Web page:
A Seaside Resort – KURHAUS of Scheveningen the Hague, in the Netherlands

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Kurhaus de Scheveningen the Hague – twicemodern archive

What a beauty! This 1909 postcard (briefkaart) of the seaside resort Kurhaus of Scheveningen, The Hague, in the Netherlands shows us a part of the Dutch history and culture during the early 20th Century. This lithograph was made by the German artist Paul Matthes published by W. de Haan in Utrecht and measures 3 1/2 x 5 1/2 inches.

The Kurhaus was built in 1885 by two German architects Johann Friedrich Henkenhaf and Friedrich Ebert. Currenty it is a five star Grand Hotel Amrâth Kurhaus.

Digging deeper, my curiosity about the architectural nature of the structure of the Kurhaus led me to the Universitatsbibliothek Heidelberg website. Here is an excerpt from the site: “The Kurhaus in Scheveningen was built in 1884/85 according to plans by Johann Henkenhaf and Friedrich Ebert. The building burned to the ground a year later, but was reconstructed in the course of a few months in 1886/87 and reopened for the new bathing season. The two architects worked as a team under the name of “Henkenhaf & Ebert” in Heidelberg and Amsterdam from 1875 to 1885. A synagogue in Bruchsal (near Karlsruhe) built according to their plans in 1881 which was destroyed in 1938. The Kurhaus was conceived as a three-winged building complex designed to resemble a baroque palace. It is aligned parallel to the coastline, and the building is a spacious terrace on the side facing the sea. The monumental scale of the edifice, the architects incorporated colossal, representational architectural elements and individual motifs, seek as loggias and a dome that crowns the middle wing and soon became a symbol of the seaside resort. Several motifs can be traced to the formal repertoire of the Italian Renaissance, and the configuration of the outer walls calls to mind French classical architecture. Layered yellowish-red facing stone and stone were used as building material, creating a visual effect in harmony with the traditional brick architecture typical of the region. The incorporation of the motifs from the architectural viewpoint into the Kurhaus into the overall urban-architectural concept. The Kurhaus also provided important impulses to urban development around the turn of the century. As an architectural type, the Kurhaus had no tradition in the Netherlands, and thus the Kurhaus in Scheveningen was an innovative architectural idea. It represents a combination of the Kurhaus and hotel architecture and their specific functions, providing for both pleasure and recreation. The most important common area is the Kursaal, which could be a venue for musical performances or festive events. Balneotherapeutic applications administered under the supervision of a physician were an important part of cures. Major renovation and remodeling work was carried out from 1976 to 1979, in the course of which substantial portions of the building were rebuilt, although its original form was preserved.”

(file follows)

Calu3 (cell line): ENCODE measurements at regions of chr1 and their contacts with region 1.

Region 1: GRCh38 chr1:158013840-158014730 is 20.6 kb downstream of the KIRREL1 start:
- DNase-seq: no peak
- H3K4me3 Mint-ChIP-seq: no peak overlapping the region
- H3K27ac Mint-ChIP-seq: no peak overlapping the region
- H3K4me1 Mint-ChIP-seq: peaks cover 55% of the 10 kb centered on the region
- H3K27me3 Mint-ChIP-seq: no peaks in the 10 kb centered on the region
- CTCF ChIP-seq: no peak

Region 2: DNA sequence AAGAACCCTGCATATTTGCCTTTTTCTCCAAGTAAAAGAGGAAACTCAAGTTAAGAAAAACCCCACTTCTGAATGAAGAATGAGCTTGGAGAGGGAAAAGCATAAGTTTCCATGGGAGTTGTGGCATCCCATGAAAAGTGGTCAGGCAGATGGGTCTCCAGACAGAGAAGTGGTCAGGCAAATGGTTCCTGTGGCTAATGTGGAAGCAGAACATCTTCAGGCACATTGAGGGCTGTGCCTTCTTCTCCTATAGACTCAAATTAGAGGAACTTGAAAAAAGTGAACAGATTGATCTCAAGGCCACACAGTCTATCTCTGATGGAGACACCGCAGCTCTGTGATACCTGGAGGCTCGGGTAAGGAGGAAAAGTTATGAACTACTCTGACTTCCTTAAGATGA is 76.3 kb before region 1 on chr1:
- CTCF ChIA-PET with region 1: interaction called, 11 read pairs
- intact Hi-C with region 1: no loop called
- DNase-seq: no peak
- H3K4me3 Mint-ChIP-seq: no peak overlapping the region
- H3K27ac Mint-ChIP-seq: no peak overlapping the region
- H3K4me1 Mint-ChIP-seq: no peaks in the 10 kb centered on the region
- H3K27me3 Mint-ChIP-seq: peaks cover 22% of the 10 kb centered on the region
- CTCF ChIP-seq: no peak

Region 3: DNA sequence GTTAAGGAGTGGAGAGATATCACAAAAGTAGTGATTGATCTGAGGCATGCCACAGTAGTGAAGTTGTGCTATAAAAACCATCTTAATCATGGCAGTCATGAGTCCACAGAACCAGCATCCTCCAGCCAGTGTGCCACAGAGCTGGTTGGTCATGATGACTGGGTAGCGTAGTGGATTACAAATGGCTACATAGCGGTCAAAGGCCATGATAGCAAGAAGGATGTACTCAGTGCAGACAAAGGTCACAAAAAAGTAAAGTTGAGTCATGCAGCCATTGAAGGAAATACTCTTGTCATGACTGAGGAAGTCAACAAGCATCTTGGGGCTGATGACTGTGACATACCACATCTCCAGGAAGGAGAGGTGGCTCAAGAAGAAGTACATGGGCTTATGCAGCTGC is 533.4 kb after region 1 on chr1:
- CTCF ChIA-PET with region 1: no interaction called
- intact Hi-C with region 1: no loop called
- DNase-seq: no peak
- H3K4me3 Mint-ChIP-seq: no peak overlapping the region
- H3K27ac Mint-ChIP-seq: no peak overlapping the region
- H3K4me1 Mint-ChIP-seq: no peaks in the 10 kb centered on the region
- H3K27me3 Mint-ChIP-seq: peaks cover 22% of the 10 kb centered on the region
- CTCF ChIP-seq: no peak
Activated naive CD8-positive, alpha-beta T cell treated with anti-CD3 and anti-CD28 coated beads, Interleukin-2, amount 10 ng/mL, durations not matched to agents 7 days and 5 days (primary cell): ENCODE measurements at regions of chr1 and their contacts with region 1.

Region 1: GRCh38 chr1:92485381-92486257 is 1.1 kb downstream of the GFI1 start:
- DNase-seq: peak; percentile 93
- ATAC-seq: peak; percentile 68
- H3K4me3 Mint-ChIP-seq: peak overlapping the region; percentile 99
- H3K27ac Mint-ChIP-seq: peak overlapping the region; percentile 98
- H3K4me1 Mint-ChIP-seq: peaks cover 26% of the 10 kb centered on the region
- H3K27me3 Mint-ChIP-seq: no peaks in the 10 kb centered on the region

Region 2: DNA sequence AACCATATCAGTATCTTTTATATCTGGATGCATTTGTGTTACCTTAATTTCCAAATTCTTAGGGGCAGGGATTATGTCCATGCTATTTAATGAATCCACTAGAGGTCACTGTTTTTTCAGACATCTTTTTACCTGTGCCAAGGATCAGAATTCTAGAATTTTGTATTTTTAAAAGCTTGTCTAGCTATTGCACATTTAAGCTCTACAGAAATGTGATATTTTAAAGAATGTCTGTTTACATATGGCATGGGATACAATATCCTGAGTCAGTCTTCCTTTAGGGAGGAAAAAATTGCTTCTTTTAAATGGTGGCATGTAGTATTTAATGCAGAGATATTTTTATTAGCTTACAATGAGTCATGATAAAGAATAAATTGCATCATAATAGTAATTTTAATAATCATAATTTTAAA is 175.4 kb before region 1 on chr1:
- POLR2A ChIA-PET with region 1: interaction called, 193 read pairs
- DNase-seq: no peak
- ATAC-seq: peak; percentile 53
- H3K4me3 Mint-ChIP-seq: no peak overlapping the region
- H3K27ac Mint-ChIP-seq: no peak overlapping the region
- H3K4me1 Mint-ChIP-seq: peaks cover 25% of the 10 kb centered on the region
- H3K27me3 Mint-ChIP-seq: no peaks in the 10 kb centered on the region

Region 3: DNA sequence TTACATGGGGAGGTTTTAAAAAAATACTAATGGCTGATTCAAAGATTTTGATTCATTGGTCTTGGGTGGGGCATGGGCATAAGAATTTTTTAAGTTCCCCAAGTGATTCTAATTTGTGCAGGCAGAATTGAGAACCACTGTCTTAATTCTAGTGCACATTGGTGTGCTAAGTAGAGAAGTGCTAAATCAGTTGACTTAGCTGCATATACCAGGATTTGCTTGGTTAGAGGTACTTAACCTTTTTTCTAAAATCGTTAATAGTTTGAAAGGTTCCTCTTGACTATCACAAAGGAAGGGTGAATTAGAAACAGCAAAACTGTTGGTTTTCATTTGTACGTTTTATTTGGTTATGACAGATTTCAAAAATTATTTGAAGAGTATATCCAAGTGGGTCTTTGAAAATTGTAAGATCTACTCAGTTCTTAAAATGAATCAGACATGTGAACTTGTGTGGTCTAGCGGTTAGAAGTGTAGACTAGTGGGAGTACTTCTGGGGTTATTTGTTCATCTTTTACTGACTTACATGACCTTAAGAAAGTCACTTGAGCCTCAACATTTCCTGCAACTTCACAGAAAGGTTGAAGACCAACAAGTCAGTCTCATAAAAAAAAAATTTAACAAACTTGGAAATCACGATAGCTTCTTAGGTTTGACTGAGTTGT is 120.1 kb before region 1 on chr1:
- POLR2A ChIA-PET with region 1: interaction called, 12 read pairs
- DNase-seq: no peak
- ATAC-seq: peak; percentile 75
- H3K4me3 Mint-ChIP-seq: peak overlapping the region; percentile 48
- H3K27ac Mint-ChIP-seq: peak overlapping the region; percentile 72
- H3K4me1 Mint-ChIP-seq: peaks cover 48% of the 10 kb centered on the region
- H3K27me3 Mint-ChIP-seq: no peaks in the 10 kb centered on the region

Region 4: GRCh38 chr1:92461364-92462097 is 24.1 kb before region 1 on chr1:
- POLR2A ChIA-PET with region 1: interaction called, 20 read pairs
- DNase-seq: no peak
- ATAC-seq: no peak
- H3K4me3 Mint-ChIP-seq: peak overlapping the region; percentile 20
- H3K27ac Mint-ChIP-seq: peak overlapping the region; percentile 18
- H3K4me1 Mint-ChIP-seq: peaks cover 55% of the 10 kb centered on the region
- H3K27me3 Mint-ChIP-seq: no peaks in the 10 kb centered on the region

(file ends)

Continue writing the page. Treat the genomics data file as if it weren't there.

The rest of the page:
Here is an under 2 minute video published to YouTube by WeDrone in 2016 showing the Pier and the Kurhaus. Thank you WeDrone a fabulous piece of art!

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